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 Post subject: Re: MUSE/HI-VISION to BD/HD-DVD/AVC-DVD Project
PostPosted: 30 Sep 2013, 01:41 
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msgohan wrote:
tomtastic wrote:
My guess is the Black Magic does something similar to mine, encoding it at 384 kbps AAC or something similar.


Why guess? They list the specs and you can read user reports if you don't believe them. There's nothing special about being able to capture 2-channel PCM. The Blackmagic does it, as does every capture card that uses software encoding rather than the hardware compression chips like Hauppauge's boxes.

Quote:
Post processing will be difficult trying to mix a 5.1 from it.

How is it different from processing a Dolby track?


Good advice, I'll let you know if I feel like reading up on it. From their specs page it lists nothing about how it encodes video and audio in detail.

LPCM is more difficult to work with in compression software. The mkv container doesn't support LPCM which was the method I was going to use to remove the audio. I haven't had much time working with it. I could possibly convert it to FLAC and go from there.

As for capturing without compression vs with compression. It's going to be compressed at some point. It's just done up front on the HD PVR which is at 17 mbps max, but the max resolution on mine is 1920x1080i anyway. The max bit rate my unit's seen so far is only 7 or 8 via Directv, I've never come close to 17 which would be overkill, Black Magic would be insanity without compression for what I use. You're MBP is fast enough, don't worry about it. Just capture the uncompressed data direct to your SSD then move the file over to your external. Do the same for each capture.

So far I haven't found any Blu ray tools that will do multiple audio tracks, at least on the Mac side. There are some cheap ones but they all seem to just accept a video track and one audio track which I believe must be merged before importing. The only one I can find for cheap is Adobe Encore, which is a subscription now. I think it's 20/month and has multiple audio ability, plus better menus, pop up menus and you can do the final .H264 compression in there. I'd actually recommend this app as it has everything needed. I wish they offered it for purchase but they dropped that a few months back in favor of subscriptions.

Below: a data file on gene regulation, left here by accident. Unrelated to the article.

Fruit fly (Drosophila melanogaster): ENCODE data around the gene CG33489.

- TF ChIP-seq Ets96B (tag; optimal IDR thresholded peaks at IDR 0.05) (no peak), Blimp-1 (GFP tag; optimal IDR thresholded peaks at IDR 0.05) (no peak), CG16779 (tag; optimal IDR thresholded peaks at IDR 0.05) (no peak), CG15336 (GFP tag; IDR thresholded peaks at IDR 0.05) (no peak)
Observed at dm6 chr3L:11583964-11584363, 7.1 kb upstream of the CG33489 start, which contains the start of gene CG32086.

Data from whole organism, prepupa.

Getting back to the audio, I'm sure there's great devices out there that would allow LPCM and we could debate how much better the differences would be but the real question is: how much does substance want to spend on this project plus the time and work? You still need to factor in the possibility of failure. We could run into problems down the road, something always comes up that has to be fixed from my experience. I just ran into a major snag on burning an HD DVD after spending hours of work only to be stopped right at the final step. It happens, but I think we have to keep this project in perspective. It's not like you're going to get a 1:1 representation of what a MUSE title will be on each of your systems. Still, I'd agree it should be done in the best possible (cost effective) way. How much more equipment do you want to buy to burn off a few discs? I think what you have now is sufficient.

-Something I didn't think about before, are you going to capture one side at a time? If you do we'll have to merge them into one file (additional compression stage).
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 Post subject: Re: MUSE/HI-VISION to BD/HD-DVD/AVC-DVD Project
PostPosted: 30 Sep 2013, 23:28